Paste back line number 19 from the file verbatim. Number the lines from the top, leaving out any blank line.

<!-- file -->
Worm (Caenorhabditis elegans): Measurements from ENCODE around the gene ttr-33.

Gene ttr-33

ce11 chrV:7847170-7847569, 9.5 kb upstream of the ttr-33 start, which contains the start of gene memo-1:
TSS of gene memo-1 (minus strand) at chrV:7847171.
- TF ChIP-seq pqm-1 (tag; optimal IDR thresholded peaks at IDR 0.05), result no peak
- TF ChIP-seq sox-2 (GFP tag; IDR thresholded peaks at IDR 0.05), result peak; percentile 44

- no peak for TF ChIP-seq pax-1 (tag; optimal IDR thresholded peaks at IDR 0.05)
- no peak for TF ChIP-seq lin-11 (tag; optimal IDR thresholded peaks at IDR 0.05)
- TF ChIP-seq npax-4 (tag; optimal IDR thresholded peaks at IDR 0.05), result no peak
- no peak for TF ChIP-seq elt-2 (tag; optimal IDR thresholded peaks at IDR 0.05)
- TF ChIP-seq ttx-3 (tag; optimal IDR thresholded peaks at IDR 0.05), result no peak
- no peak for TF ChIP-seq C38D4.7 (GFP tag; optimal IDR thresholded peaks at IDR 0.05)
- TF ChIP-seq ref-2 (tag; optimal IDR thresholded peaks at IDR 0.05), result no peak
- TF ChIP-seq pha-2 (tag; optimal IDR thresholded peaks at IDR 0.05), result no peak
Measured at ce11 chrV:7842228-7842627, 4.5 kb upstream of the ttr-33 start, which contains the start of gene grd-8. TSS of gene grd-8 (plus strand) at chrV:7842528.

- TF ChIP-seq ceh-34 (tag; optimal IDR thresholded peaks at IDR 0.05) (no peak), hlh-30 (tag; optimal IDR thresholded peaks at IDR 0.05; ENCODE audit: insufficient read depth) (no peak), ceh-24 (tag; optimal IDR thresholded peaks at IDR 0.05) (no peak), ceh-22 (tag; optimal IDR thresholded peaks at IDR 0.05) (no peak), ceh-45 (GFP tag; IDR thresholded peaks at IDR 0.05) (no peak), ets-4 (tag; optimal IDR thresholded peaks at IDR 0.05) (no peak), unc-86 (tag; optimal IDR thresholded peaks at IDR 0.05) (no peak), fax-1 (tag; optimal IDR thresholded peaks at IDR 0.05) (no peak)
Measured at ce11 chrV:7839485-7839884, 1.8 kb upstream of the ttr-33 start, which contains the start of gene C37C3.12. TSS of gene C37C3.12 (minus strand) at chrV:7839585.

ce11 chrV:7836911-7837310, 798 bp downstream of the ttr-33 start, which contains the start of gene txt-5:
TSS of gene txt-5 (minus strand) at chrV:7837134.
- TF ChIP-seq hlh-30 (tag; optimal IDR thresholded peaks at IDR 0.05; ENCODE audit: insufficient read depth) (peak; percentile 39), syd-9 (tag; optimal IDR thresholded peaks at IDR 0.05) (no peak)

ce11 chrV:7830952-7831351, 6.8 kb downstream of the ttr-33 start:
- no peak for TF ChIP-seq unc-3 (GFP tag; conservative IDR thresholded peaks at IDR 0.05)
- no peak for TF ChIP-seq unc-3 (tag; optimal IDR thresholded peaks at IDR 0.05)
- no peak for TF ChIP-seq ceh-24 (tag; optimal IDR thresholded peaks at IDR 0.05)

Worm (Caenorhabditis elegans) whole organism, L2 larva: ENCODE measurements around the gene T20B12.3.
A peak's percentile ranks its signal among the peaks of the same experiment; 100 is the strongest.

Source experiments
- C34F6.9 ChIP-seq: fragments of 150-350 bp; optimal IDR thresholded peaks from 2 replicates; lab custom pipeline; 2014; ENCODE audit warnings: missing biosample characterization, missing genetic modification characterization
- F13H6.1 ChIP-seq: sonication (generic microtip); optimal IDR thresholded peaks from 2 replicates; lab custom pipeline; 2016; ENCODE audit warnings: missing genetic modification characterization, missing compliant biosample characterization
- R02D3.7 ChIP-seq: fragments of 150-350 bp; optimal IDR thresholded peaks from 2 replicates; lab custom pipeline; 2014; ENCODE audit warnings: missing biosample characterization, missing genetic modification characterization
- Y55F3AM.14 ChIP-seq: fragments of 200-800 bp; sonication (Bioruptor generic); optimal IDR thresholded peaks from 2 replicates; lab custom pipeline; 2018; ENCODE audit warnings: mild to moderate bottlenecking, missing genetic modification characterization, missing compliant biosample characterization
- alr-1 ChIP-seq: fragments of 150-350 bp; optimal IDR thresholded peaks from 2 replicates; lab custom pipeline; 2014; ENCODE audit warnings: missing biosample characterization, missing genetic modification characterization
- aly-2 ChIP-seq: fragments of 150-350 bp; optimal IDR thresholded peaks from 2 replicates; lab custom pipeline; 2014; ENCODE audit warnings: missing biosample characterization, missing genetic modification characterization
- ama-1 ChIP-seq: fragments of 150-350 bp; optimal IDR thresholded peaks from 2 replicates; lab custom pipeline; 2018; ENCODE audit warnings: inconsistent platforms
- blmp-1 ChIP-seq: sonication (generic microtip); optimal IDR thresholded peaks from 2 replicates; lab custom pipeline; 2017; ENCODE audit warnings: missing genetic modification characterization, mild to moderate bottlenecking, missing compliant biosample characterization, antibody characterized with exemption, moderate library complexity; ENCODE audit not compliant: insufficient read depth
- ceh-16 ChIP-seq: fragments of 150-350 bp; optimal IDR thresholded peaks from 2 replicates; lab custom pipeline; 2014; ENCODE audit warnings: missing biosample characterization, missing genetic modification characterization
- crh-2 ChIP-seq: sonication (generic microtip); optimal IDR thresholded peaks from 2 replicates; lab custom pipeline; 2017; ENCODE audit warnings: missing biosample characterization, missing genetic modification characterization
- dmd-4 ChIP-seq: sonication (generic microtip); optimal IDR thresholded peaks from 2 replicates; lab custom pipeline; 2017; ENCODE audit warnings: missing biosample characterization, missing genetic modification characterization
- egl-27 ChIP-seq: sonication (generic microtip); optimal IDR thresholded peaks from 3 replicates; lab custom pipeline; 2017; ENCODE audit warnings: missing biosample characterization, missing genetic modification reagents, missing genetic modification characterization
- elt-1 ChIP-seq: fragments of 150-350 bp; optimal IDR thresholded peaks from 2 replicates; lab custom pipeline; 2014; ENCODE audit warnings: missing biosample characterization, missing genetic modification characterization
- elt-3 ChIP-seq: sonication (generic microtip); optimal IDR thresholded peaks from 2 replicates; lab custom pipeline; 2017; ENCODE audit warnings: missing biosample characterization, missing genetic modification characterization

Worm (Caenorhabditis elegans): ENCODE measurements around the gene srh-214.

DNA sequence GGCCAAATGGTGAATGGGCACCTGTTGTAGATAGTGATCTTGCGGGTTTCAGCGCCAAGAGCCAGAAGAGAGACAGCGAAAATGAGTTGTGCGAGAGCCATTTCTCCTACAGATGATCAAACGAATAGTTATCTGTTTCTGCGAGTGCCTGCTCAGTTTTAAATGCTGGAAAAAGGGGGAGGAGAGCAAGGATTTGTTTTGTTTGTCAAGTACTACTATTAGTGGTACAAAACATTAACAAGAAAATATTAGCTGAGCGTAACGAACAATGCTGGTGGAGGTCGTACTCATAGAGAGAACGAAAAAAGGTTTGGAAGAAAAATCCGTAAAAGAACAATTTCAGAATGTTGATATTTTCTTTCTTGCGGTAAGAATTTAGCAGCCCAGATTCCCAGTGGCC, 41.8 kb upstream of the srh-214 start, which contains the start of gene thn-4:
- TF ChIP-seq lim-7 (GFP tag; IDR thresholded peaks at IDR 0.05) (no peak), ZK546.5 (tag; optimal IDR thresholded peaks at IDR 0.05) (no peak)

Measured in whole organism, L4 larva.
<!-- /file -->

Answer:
TSS of gene txt-5 (minus strand) at chrV:7837134.